Advertisement

Order

, Volume 9, Issue 3, pp 265–290 | Cite as

Primes, irreducibles and extremal lattices

  • George Markowsky
Article

Abstract

This paper studies certain types of join and meet-irreducibles called coprimes and primes. These elements can be used to characterize certain types of lattices. For example, a lattice is distributive if and only if every join-irreducible is coprime. Similarly, a lattice is meet-pseudocomplemented if and only if each atom is coprime. Furthermore, these elements naturally decompose lattices into sublattices so that often properties of the original lattice can be deduced from properties of the sublattice. Not every lattice has primes and coprimes. This paper shows that lattices which are “long enough” must have primes and coprimes and that these elements and the resulting decompositions can be used to study such lattices.

The length of every finite lattice is bounded above by the minimum of the number of meet-irreducibles (meet-rank) and the number of join-irreducibles (join-rank) that it has. This paper studies lattices for which length=join-rank or length=meet-rank. These are called p-extremal lattices and they have interesting decompositions and properties. For example, ranked, p-extremal lattices are either lower locally distributive (join-rank=length), upper locally distributive (meet-rank=length) or distributive (join-rank=meet-rank=length). In the absence of the Jordan-Dedekind chain condition, p-extremal lattices still have many interesting properties. Of special interest are the lattices that satisfy both equalities. Such lattices are called extremal; this class includes distributive lattices and the associativity lattices of Tamari. Even though they have interesting decompositions, extremal lattices cannot be characterized algebraically since any finite lattice can be embedded as a subinterval into an extremal lattice. This paper shows how prime and coprime elements, and the poset of irreducibles can be used to analyze p-extremal and other types of lattices.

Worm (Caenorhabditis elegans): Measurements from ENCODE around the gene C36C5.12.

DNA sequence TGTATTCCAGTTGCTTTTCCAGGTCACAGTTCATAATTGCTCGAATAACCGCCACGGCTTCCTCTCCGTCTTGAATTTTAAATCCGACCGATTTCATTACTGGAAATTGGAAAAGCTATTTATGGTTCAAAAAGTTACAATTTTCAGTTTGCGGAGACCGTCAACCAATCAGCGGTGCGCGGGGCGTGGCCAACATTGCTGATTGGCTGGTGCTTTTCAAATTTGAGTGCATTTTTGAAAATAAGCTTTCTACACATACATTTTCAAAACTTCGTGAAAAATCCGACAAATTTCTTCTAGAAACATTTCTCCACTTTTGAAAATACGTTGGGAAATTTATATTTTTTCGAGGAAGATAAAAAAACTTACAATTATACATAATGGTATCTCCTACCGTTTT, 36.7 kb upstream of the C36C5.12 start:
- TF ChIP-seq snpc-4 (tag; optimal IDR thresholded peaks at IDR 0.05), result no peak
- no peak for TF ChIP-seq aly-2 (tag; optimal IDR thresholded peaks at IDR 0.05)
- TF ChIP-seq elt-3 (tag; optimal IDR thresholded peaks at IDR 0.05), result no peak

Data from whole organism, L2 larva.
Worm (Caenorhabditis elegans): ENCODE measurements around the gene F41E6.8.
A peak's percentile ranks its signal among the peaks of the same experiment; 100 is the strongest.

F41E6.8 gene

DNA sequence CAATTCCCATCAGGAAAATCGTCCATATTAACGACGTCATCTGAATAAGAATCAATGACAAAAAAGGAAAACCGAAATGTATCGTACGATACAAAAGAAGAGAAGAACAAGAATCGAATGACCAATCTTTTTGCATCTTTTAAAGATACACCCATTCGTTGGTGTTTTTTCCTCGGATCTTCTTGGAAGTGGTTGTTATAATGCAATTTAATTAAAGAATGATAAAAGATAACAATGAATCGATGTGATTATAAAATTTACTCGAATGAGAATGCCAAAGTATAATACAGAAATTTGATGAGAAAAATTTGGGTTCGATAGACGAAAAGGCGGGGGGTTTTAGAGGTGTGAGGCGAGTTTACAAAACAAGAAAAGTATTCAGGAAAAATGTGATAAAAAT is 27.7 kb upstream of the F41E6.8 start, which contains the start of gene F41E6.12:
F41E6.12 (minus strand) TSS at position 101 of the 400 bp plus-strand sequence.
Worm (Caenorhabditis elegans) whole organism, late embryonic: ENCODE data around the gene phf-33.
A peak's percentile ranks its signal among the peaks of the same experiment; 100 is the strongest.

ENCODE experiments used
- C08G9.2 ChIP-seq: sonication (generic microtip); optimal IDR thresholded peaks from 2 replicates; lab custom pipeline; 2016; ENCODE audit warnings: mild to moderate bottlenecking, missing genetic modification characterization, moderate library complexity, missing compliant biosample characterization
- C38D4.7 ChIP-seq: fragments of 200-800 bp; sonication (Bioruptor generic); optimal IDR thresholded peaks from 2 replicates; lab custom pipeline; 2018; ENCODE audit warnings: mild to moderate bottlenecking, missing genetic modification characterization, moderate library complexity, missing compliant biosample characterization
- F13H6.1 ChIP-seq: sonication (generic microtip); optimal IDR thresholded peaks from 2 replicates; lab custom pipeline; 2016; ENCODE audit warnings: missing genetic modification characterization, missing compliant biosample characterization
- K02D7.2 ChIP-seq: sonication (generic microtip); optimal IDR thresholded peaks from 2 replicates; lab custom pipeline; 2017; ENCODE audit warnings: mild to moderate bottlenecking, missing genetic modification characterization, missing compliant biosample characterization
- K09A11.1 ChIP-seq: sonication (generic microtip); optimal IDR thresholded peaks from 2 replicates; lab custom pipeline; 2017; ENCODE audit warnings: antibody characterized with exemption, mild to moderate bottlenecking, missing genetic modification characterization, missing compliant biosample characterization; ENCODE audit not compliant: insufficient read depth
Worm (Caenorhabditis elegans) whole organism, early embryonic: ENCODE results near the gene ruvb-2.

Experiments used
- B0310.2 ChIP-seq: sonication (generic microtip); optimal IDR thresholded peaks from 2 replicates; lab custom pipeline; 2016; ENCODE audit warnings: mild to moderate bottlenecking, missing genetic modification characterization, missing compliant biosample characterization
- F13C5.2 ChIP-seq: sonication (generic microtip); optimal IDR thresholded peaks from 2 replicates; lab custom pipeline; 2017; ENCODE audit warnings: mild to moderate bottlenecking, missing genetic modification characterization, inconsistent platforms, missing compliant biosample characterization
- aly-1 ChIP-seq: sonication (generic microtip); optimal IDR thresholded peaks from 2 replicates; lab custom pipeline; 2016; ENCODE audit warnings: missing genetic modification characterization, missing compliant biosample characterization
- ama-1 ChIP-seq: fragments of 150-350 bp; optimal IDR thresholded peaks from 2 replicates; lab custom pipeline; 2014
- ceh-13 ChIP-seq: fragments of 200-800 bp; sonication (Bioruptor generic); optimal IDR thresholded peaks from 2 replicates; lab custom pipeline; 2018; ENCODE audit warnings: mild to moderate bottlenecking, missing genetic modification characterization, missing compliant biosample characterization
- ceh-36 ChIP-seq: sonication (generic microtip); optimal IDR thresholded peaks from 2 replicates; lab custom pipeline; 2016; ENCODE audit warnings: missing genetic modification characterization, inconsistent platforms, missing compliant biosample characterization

The results presented in this paper are used to deduce many key properties of the Tamari lattices. These lattices behave much like distributive lattices even though they violate the Jordan-Dedekind chain condition very strongly having maximal chains that vary in length from N-1 to N(N-1)/2 where N is a parameter used in the construction of these lattices.

Mathematics Subject Classification (1991)

06B05 

Key words

Join-irreducible meet-irreducible prime coprime extremal distributive locally distributive Jordan-Dedekind chain condition retract poset of irreducibles context Tamari lattices 

Preview

Unable to display preview. Download preview PDF.

Unable to display preview. Download preview PDF.

References

  1. 1.
    S. P.Avann (1961) Application of the join-irreducible excess function to semi-modular lattices, Math. Annalen 142, 345–354.Google Scholar
  2. 2.
    V. K.Balachandran (1955) On complete lattices and a problem of Birkhoff and Frink, Proc. AMS 6, 548–553.Google Scholar
  3. 3.
    B.Banaschewski (1985) Prime elements from prime ideals, Order 2, 211–213.Google Scholar
  4. 4.
    M. K. Bennett and Garrett Birkhoff (1990) Two families of Newman lattices, preprint.Google Scholar
  5. 5.
    Garrett, Birkhoff 1940 Lattice Theory, AMS Colloquium Publ., Vol. 25, 1st ed., Providence.Google Scholar
  6. 6.
    Garrett, Birkhoff 1967 Lattice Theory. AMS Colloquium Publ., Vol. 25, 3rd ed., Providence.Google Scholar
  7. 7.